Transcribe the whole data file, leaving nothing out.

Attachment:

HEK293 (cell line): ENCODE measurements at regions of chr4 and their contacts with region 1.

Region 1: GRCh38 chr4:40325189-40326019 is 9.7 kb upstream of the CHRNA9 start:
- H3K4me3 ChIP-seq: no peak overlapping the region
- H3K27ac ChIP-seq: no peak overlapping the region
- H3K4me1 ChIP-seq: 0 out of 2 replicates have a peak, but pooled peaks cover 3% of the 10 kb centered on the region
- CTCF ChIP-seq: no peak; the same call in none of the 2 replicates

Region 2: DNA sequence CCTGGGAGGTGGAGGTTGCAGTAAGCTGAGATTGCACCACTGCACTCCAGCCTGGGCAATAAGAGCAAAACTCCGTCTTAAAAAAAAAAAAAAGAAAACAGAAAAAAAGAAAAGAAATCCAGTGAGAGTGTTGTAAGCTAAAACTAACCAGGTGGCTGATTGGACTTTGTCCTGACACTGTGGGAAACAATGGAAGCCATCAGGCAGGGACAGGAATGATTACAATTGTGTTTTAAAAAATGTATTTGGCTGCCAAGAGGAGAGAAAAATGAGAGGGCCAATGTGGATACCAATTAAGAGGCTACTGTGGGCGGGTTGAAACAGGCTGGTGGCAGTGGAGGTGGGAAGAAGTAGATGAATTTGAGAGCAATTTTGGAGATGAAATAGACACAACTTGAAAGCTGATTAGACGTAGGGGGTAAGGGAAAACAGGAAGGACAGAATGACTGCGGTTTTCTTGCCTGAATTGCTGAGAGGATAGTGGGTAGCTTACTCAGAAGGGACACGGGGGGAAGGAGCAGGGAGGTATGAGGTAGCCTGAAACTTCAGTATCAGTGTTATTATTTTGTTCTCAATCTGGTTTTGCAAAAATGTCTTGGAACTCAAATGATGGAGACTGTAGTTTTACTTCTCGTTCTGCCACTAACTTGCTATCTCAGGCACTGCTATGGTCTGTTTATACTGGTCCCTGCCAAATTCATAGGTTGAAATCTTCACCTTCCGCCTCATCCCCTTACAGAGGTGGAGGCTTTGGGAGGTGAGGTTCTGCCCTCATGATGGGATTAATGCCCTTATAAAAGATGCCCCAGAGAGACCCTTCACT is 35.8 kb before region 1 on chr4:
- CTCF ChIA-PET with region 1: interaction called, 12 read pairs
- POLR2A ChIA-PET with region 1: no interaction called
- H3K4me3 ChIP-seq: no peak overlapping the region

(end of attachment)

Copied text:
HEK293 (cell line): ENCODE measurements at regions of chr4 and their contacts with region 1.

Region 1: GRCh38 chr4:40325189-40326019 is 9.7 kb upstream of the CHRNA9 start:
- H3K4me3 ChIP-seq: no peak overlapping the region
- H3K27ac ChIP-seq: no peak overlapping the region
- H3K4me1 ChIP-seq: 0 out of 2 replicates have a peak, but pooled peaks cover 3% of the 10 kb centered on the region
- CTCF ChIP-seq: no peak; the same call in none of the 2 replicates

Region 2: DNA sequence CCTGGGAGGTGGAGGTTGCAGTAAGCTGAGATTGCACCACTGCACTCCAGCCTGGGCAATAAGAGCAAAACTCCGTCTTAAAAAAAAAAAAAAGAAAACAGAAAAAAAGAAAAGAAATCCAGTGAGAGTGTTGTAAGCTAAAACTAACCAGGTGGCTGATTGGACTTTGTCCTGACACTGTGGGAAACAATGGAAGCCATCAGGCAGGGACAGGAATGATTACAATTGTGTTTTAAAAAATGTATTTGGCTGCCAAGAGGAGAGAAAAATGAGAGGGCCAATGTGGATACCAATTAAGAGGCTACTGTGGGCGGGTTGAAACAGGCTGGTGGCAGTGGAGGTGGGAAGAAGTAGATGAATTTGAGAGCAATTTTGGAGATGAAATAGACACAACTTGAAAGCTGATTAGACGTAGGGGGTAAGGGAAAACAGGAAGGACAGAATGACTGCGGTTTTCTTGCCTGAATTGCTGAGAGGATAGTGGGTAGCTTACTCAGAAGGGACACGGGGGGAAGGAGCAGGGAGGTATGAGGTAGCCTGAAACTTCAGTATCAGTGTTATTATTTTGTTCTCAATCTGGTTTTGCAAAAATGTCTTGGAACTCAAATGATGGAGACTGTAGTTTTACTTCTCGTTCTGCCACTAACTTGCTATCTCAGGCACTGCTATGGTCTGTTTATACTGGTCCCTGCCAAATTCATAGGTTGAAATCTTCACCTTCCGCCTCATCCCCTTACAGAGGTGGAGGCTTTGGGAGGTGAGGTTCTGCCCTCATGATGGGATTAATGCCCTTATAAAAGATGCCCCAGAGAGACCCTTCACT is 35.8 kb before region 1 on chr4:
- CTCF ChIA-PET with region 1: interaction called, 12 read pairs
- POLR2A ChIA-PET with region 1: no interaction called
- H3K4me3 ChIP-seq: no peak overlapping the region